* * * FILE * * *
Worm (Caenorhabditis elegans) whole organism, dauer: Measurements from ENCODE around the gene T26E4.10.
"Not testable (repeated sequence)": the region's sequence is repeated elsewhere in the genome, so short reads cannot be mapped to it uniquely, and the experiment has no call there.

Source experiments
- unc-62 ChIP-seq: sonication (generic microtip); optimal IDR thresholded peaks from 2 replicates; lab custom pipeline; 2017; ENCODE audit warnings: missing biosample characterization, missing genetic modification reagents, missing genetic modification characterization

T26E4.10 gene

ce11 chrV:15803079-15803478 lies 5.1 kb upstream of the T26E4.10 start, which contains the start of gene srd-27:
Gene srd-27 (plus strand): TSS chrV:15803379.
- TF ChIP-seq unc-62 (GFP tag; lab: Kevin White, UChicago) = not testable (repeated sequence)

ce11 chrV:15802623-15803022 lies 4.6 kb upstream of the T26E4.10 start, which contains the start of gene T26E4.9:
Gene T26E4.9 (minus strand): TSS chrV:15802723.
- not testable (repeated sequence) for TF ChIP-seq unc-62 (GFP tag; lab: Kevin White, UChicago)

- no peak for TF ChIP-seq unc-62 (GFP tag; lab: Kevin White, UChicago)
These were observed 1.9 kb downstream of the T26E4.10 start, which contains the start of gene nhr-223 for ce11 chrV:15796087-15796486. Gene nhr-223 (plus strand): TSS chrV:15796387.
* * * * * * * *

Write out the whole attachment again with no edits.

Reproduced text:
Worm (Caenorhabditis elegans) whole organism, dauer: Measurements from ENCODE around the gene T26E4.10.
"Not testable (repeated sequence)": the region's sequence is repeated elsewhere in the genome, so short reads cannot be mapped to it uniquely, and the experiment has no call there.

Source experiments
- unc-62 ChIP-seq: sonication (generic microtip); optimal IDR thresholded peaks from 2 replicates; lab custom pipeline; 2017; ENCODE audit warnings: missing biosample characterization, missing genetic modification reagents, missing genetic modification characterization

T26E4.10 gene

ce11 chrV:15803079-15803478 lies 5.1 kb upstream of the T26E4.10 start, which contains the start of gene srd-27:
Gene srd-27 (plus strand): TSS chrV:15803379.
- TF ChIP-seq unc-62 (GFP tag; lab: Kevin White, UChicago) = not testable (repeated sequence)

ce11 chrV:15802623-15803022 lies 4.6 kb upstream of the T26E4.10 start, which contains the start of gene T26E4.9:
Gene T26E4.9 (minus strand): TSS chrV:15802723.
- not testable (repeated sequence) for TF ChIP-seq unc-62 (GFP tag; lab: Kevin White, UChicago)

- no peak for TF ChIP-seq unc-62 (GFP tag; lab: Kevin White, UChicago)
These were observed 1.9 kb downstream of the T26E4.10 start, which contains the start of gene nhr-223 for ce11 chrV:15796087-15796486. Gene nhr-223 (plus strand): TSS chrV:15796387.